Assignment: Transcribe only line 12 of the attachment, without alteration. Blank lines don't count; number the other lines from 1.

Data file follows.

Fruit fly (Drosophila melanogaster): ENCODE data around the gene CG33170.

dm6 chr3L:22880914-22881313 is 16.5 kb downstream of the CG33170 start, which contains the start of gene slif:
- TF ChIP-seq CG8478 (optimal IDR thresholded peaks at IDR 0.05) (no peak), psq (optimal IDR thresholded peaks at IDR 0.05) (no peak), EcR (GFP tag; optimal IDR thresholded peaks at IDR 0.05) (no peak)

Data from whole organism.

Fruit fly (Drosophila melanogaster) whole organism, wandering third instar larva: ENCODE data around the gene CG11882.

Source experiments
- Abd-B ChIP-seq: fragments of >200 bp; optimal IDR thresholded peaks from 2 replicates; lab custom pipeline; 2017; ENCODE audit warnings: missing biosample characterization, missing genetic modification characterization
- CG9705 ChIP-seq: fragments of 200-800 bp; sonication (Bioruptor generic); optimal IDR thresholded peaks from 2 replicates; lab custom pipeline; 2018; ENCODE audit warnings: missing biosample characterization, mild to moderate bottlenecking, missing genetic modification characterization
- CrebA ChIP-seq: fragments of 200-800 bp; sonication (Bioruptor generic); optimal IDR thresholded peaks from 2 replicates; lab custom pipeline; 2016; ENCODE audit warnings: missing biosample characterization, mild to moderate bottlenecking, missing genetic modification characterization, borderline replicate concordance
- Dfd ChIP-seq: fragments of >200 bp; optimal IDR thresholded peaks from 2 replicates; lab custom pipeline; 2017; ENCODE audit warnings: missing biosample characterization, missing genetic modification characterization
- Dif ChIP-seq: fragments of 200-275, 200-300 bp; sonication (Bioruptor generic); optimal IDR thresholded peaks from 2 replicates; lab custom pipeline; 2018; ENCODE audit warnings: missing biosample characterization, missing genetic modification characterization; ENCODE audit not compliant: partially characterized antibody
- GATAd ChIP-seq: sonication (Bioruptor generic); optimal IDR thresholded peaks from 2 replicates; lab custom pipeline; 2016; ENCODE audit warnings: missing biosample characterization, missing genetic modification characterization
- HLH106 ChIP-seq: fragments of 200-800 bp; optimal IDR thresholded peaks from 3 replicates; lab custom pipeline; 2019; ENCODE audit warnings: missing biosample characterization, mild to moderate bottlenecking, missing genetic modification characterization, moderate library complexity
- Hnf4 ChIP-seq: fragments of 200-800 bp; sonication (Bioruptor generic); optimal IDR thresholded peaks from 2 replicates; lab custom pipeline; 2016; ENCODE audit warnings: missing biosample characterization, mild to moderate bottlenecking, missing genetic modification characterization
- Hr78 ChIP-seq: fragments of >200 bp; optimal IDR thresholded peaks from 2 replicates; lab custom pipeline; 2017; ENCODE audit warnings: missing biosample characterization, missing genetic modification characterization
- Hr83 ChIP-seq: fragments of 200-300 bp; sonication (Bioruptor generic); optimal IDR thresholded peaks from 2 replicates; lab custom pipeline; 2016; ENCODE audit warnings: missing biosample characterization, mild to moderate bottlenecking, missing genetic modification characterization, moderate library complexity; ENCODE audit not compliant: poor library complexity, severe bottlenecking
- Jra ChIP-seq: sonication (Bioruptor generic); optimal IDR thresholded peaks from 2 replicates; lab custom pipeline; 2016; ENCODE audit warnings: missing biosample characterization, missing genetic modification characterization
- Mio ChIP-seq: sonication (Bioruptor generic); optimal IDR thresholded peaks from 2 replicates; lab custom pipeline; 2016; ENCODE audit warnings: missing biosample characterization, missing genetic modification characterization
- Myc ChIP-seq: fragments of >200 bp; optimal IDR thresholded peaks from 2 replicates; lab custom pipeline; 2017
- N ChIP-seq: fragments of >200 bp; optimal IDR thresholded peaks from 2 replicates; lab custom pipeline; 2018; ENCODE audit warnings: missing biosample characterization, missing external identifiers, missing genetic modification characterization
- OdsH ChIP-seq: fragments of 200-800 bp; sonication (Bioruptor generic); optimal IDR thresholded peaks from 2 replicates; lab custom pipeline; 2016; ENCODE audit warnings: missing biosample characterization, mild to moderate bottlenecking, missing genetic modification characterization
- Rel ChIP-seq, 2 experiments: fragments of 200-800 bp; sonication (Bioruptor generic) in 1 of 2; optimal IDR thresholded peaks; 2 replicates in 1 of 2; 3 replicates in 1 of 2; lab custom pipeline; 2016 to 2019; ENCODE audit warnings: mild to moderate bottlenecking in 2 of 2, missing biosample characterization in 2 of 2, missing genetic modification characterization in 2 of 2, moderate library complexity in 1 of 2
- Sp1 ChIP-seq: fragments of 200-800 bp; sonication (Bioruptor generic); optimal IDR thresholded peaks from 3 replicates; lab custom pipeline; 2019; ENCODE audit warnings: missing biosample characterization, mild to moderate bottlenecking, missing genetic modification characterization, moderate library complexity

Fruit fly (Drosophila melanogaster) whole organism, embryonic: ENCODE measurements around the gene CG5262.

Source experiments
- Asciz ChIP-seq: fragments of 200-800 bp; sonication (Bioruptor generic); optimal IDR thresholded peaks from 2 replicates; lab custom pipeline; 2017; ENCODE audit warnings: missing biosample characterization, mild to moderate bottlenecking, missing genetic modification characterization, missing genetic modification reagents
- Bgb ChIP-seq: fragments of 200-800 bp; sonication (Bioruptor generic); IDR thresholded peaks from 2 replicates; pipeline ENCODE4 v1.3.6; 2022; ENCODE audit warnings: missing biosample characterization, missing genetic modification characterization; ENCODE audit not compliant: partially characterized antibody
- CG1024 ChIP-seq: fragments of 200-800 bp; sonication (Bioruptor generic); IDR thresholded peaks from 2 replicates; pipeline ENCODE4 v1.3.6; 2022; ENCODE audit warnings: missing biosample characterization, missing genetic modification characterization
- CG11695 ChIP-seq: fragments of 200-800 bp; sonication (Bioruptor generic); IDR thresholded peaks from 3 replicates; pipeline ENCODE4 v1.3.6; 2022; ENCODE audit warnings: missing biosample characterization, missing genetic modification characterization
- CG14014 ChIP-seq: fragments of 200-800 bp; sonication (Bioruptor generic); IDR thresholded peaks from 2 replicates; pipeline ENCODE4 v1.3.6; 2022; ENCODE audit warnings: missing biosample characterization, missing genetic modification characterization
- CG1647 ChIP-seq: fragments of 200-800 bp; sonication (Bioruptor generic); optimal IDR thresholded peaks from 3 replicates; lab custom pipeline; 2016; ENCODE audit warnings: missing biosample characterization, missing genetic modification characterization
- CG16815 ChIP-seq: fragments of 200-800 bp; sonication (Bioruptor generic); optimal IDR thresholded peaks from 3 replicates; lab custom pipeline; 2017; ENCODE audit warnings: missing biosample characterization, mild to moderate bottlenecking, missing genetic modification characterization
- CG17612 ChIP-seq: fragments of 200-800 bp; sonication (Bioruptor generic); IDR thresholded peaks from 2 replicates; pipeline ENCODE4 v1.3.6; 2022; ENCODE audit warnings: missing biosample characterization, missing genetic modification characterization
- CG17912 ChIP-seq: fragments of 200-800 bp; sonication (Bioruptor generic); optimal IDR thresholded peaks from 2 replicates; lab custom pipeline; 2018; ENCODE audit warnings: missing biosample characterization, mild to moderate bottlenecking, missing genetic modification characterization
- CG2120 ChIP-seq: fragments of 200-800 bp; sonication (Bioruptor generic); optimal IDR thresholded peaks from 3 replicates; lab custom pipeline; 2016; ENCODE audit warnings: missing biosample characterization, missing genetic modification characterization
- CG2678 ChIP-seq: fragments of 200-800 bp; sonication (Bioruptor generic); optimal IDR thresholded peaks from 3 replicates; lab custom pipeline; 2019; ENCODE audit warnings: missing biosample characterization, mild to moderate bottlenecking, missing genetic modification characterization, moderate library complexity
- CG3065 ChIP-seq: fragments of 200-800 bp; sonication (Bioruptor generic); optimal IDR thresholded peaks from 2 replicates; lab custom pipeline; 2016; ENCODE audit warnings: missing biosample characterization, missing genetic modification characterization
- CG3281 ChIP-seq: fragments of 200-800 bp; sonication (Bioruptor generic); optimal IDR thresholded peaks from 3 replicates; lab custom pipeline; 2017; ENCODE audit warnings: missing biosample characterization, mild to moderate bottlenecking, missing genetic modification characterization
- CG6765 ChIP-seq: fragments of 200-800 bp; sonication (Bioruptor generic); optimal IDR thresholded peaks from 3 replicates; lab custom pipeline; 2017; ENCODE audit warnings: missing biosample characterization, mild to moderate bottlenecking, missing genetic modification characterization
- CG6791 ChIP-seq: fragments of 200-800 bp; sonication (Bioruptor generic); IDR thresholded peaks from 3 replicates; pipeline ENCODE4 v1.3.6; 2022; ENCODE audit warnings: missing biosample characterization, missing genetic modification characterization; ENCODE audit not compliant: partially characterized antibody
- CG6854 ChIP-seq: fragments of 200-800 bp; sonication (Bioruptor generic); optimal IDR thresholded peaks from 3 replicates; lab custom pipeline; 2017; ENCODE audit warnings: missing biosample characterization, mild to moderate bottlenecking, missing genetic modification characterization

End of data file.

- GATAd ChIP-seq: sonication (Bioruptor generic); optimal IDR thresholded peaks from 2 replicates; lab custom pipeline; 2016; ENCODE audit warnings: missing biosample characterization, missing genetic modification characterization